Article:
Archive

Archive for June, 2013

Syncing TFS with a local directory

June 19, 2013 42 comments

I started learning PowerShell in order to automate some of the more tedious activities in TFS. For example, I needed to treat a local directory as the source of truth instead of the version in source control. I came across this blog post that provides a script that seemed to do exactly what I needed. The first time I executed this script on a directory with over 10,000 sub-directories and files, it took 10 minutes to finish.

Here is phase 1 of the script:

# Phase 1: add all local files into TFS which aren't under source control yet
$items = Get-ChildItem -Recurse 

foreach($item in $items) {
	$localItem = $item.FullName
	$serverItem = Get-TfsChildItem -Item "$localItem"
	
	if (!$serverItem -and !($pendingAdds -contains $localItem)) {
		# if there's no server item AND there's no a pending Add
		write "No such item as '$localItem' on the server, adding"
		Add-TfsPendingChange -Add "$localItem"
	}
}

With over 10,000 files in the local directory, calling Get-TfsChildItem for each item wasn’t time efficient. Running phase 1 took approximately 3 minutes.

Looking at the help page for Get-TfsChildItem, we may pass an array QualifiedItemSpec[] instead of a single item. Instead of calling Get-TfsChildItem thousands of time, we can call it just once.

# Phase 1: add all local files into TFS which aren't under source control yet
$items = Get-ChildItem -Recurse | % { $_.FullName }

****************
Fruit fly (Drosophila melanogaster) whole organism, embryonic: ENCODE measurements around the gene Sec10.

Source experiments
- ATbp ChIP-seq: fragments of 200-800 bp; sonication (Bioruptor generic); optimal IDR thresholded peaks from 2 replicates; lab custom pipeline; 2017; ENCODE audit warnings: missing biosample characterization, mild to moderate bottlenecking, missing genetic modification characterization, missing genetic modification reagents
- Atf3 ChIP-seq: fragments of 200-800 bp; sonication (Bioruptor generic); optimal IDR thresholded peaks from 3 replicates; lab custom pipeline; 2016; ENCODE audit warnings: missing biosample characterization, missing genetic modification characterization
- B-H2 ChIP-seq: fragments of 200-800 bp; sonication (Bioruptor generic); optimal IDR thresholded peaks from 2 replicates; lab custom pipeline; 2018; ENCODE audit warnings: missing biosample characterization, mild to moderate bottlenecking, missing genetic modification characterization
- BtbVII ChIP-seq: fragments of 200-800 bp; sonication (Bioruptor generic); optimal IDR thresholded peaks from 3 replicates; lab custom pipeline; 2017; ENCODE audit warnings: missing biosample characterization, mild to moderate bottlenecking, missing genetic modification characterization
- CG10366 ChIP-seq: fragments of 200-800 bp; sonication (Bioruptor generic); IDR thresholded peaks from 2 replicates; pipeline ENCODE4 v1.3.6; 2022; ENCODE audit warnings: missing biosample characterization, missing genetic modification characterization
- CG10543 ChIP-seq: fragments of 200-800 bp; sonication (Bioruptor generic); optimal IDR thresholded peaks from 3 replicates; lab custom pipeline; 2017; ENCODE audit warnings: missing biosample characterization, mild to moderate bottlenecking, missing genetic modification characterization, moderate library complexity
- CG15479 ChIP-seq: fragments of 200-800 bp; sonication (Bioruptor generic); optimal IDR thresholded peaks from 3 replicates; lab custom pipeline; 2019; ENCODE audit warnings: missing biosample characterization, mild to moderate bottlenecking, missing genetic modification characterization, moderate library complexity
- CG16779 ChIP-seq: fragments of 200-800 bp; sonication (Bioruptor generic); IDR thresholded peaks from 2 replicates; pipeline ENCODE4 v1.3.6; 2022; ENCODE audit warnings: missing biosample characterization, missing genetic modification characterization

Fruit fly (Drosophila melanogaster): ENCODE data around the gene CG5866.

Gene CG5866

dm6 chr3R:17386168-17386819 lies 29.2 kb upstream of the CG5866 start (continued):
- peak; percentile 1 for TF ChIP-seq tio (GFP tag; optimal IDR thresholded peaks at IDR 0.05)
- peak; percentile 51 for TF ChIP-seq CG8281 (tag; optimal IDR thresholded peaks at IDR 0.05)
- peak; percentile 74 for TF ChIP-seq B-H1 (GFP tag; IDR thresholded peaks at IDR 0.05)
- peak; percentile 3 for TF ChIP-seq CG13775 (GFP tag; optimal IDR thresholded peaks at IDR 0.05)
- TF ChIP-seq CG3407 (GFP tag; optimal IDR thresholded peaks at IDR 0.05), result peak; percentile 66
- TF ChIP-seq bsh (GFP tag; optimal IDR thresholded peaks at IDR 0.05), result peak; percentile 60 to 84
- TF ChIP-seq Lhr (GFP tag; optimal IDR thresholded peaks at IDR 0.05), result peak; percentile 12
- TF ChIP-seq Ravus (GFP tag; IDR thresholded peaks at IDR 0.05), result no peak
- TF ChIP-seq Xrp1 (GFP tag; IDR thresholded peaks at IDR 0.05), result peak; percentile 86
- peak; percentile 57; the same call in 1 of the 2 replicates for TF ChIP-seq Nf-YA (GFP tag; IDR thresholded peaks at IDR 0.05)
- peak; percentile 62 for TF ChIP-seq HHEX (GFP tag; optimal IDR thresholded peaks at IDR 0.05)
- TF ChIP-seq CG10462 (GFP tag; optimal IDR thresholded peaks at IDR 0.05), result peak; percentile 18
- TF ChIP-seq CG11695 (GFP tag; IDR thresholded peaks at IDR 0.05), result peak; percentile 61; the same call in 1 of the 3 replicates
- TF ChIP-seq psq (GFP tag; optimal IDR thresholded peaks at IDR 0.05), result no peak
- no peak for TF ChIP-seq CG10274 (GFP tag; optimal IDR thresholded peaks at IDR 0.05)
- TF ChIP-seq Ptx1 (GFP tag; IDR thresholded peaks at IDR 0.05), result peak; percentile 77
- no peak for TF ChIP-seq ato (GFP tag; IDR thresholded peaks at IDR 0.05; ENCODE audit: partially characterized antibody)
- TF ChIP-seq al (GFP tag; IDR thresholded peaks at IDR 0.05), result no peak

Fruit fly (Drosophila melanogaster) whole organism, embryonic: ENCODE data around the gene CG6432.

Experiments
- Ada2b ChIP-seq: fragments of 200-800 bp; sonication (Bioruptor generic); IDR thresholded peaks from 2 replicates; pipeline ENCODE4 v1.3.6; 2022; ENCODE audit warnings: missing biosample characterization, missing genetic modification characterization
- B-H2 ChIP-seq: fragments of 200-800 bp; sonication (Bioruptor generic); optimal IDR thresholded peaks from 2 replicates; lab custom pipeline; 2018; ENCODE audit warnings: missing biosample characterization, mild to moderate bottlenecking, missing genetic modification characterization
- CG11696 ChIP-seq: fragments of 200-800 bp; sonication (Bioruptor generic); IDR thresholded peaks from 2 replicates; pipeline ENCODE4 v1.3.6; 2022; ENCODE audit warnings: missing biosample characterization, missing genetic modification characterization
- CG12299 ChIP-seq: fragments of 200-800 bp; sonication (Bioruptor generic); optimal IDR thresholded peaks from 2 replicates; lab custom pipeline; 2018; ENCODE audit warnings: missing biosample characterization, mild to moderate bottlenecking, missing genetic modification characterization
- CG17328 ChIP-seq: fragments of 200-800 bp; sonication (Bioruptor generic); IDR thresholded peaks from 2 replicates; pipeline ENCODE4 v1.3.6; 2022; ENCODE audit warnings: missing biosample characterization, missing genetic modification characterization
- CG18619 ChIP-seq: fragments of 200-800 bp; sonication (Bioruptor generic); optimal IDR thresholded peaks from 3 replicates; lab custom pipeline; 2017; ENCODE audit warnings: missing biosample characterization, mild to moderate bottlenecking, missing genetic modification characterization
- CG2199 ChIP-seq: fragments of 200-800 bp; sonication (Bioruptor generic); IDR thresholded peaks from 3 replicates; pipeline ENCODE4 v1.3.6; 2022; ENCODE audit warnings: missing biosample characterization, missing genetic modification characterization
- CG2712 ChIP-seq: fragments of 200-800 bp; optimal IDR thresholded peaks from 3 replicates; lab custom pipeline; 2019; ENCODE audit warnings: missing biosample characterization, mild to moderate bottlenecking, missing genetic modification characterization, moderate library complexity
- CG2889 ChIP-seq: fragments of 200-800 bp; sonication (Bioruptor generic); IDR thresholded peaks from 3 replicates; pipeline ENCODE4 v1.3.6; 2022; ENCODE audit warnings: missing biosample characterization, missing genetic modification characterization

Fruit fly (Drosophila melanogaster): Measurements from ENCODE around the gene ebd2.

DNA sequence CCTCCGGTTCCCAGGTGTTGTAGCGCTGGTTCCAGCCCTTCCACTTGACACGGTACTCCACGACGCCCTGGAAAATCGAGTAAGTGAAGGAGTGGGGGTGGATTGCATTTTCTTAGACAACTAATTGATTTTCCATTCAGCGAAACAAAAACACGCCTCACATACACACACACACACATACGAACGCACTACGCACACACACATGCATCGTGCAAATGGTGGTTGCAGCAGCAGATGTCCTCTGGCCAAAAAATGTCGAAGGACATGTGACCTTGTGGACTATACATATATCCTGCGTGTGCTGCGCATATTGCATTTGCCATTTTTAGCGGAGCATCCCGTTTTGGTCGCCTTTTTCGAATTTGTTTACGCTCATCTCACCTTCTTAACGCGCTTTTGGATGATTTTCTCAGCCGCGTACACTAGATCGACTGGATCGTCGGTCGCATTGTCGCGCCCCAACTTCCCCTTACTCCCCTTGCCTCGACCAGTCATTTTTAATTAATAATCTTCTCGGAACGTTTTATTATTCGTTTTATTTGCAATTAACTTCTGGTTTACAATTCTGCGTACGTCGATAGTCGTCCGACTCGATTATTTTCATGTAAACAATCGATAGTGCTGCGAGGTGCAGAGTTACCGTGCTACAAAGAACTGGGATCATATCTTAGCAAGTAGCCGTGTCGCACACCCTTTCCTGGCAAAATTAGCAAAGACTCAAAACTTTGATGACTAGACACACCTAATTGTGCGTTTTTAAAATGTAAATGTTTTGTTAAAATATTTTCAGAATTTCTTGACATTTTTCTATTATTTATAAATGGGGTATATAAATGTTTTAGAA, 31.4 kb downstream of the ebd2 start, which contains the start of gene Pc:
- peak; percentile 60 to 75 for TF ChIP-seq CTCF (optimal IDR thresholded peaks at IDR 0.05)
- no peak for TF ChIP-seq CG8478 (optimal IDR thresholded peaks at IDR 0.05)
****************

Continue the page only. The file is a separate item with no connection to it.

$serverItems = Get-TfsChildItem -Item $items

foreach($serverItem in $serverItems){
   if (!$serverItem -and !($pendingAdds -contains $localItem)) {
      write "No such item as '$localItem' on the server"
   }
}

Running the updated script still took approximately 2 minutes. It isn’t much of an improvement, but it is better nonetheless. Phase 2 of the script has the same problem.

# Phase 2: delete all subfolder/files in TFS if there's no local subfolder/file for them anymore, and check out other items
$items = Get-TfsChildItem -Recurse

foreach($item in $items) {
   $serverItem = $item.ServerItem
   $localItem = Get-TfsItemProperty -Item $serverItem 
   
   # Do other stuff...
}

For the entire collection of files found in TFS, the script will iterate through and call Get-TfsItemProperty for each file. Running phase 2 took approximately 6 minutes. Again, we can update the script to call Get-TfsItemProperty once by passing it an array.

# Phase 2: delete all subfolder/files in TFS if there's no local subfolder/file for them anymore, and check out other items
$items = Get-TfsChildItem -Recurse
$itemProperties = Get-TfsItemProperty -Item $items

foreach($item in $itemProperties) {
   $serverItem = $item.SourceServerItem
   $localItem = $item.LocalItem
   
   # Do other stuff...
}

Running the updated script still took approximately 3 minutes. Better, but still slow. After reading the help page for each cmdlet more carefully, I finally noticed that most of these cmdlets offer the -Recurse switch. Instead of iterating through each of the files in the local workspace and server, we can use the top directory along with the -Recurse switch.

$localItems = Get-ChildItem -Recurse | % { $_.FullName }
$serverItemProperties = Get-TfsItemProperty -Item . -Recurse
$serverItems = $serverItemProperties | % { $_.LocalItem }

# Phase 1: add all local files into TFS which aren't under source control yet
foreach ($item in $localItems) {
   if (!($serverItems -contains $item) -and !($pendingAdds -contains $item)) {
      write "No such item as '$localItem' on the server, adding"
      Add-TfsPendingChange -Add "$item"
   }  
}

# Phase 2: delete all subfolder/files in TFS if there's no local subfolder/file for them anymore, and check out
foreach($item in $serverItemProperties) {  
	$serverItem = $item.SourceServerItem
	$localItem = $item.LocalItem
	
	# Do other stuff...
}

The entire script runs in just 16 seconds instead of the original 10 minutes.